September 09, 1985 12:00 PM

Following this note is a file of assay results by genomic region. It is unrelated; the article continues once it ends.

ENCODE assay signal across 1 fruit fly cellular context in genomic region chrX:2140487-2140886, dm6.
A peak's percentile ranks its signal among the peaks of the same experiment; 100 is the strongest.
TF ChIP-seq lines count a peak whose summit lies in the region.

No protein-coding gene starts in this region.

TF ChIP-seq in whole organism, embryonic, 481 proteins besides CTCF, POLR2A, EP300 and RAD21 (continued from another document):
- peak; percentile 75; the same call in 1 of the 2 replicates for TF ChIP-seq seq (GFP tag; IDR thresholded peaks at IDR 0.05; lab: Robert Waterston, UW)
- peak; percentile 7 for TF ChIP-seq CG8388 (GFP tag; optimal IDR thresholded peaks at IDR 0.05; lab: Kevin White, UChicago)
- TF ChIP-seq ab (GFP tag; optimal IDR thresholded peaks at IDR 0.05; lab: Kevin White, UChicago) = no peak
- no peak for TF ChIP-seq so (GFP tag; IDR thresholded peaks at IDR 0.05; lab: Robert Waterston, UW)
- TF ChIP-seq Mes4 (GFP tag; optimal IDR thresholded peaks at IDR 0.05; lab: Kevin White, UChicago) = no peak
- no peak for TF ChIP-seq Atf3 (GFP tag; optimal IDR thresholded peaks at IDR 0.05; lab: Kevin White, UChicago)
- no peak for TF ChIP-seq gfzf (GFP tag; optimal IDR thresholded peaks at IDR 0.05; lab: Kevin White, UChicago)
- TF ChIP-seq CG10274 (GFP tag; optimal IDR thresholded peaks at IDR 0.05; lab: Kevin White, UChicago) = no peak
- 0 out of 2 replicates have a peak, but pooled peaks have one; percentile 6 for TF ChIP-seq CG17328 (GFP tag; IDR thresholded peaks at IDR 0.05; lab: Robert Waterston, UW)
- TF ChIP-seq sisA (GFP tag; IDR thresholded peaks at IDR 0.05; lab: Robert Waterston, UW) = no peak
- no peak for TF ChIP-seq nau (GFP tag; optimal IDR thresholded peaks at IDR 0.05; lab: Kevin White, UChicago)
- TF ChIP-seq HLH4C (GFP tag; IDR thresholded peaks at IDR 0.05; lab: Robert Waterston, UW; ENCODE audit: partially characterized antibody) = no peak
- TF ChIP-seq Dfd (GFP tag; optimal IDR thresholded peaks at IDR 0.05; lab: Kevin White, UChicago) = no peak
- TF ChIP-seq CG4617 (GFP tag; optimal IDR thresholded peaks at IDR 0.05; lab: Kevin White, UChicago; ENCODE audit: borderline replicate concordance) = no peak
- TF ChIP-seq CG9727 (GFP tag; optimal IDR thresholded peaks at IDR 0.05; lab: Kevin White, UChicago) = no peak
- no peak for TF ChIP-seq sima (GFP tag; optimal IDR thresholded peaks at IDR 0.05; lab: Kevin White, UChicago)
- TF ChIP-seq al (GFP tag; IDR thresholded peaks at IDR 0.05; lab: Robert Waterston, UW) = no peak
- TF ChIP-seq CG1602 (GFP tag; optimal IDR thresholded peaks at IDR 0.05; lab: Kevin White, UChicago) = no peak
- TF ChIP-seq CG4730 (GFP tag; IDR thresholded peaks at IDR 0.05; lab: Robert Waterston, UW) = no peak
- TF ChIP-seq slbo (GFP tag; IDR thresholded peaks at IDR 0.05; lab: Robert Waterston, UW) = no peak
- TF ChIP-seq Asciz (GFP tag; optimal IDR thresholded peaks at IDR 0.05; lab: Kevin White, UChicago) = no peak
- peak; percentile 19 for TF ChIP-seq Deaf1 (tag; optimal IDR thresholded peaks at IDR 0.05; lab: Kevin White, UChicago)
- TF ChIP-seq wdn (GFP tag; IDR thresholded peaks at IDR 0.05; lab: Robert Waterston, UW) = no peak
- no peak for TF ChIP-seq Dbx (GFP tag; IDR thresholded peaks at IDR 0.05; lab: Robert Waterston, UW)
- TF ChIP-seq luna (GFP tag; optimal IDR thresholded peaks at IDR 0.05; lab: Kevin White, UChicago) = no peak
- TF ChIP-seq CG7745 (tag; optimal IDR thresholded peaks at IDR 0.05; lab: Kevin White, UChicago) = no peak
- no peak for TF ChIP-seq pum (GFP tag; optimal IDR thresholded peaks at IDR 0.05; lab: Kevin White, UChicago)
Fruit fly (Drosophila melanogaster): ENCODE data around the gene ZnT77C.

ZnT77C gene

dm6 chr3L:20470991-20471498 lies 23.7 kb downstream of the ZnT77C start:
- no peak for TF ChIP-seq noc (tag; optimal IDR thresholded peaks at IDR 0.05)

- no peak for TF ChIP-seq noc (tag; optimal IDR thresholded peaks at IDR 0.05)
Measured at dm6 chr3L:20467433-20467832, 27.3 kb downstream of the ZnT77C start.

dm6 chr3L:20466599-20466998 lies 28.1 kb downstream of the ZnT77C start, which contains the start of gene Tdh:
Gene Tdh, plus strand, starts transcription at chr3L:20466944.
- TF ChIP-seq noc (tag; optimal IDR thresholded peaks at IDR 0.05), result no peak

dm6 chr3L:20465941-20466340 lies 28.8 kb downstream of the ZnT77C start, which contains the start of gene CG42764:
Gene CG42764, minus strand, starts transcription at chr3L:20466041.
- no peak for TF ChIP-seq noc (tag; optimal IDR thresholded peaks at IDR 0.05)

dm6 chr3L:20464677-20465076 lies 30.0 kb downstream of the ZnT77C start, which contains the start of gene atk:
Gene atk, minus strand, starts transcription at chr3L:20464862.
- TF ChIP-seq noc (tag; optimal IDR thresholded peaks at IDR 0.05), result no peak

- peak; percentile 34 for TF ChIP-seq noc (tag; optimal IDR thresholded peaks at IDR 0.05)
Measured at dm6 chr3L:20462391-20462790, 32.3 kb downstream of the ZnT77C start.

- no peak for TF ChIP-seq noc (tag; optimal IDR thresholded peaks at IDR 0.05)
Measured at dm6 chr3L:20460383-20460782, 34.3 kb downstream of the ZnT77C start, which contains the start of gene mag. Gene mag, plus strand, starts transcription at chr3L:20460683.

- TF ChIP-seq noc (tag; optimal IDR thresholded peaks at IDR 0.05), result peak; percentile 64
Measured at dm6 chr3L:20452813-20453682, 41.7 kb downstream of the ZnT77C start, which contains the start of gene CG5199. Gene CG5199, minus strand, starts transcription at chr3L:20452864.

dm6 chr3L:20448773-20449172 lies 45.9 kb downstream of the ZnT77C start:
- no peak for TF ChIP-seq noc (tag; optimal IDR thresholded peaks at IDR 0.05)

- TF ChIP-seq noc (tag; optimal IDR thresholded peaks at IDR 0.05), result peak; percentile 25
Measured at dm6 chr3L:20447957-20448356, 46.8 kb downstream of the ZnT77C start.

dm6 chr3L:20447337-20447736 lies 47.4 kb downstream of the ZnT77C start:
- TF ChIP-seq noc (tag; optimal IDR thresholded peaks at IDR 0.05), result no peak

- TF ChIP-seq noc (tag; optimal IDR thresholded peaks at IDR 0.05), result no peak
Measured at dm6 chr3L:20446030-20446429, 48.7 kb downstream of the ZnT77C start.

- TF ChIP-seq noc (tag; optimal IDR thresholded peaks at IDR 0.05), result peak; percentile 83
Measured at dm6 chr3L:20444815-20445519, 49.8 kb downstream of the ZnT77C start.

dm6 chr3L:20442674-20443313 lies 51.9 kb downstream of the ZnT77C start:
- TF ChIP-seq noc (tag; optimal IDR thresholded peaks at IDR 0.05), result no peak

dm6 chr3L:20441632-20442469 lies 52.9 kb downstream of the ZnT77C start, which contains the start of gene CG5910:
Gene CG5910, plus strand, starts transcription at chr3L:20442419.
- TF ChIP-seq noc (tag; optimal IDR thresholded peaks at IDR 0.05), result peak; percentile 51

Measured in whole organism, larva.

The mystery comedy was a staple of movies in the ’30s and ’40s. Think of The Thin Manor The Falcon series, Van Heflin in Grand Central Murder or the lighter Bob Hope-Paulette Goddard romp, Ghost Breakers. Then television, from Mr. and Mrs. North to McMillan and Wife, pretty much exhausted the genre in much the same way it exhausted the Western. That’s why it comes as such a pleasant surprise to see this breezy whodunit about the murder of a philandering Long Island dentist. Most of its charm comes from its cast, headed by Susan Sarandon as an ex-reporter turned housewife turned amateur detective, Raul Julia as a homicide cop, Edward Herrmann as Sarandon’s lawyer husband and Judith Ivey as a wisecracking artist who thinks any woman not having an adulterous affair is peculiar. Susan Isaacs’ script, adapted from her 1978 novel, simultaneously manages to build suspense and stay playful. She also allows a bantering attraction to develop between Sarandon and Julia, once he gets over being infuriated with her interference. There’s also an effectively biting scene between Sarandon and Herrmann, who wishes his wife would spend more time on her cooking and less on her sleuthing. Director Frank (Monsignor) Perry too often lets the comedy overwhelm the mystery, going for broad caricatures and dwelling on lines that would have been a lot better off thrown away. Still, if you want something a little sexier and a lot better acted than anything you’re likely to see on television in the next 90 minutes, here is a diverting escape. (R)

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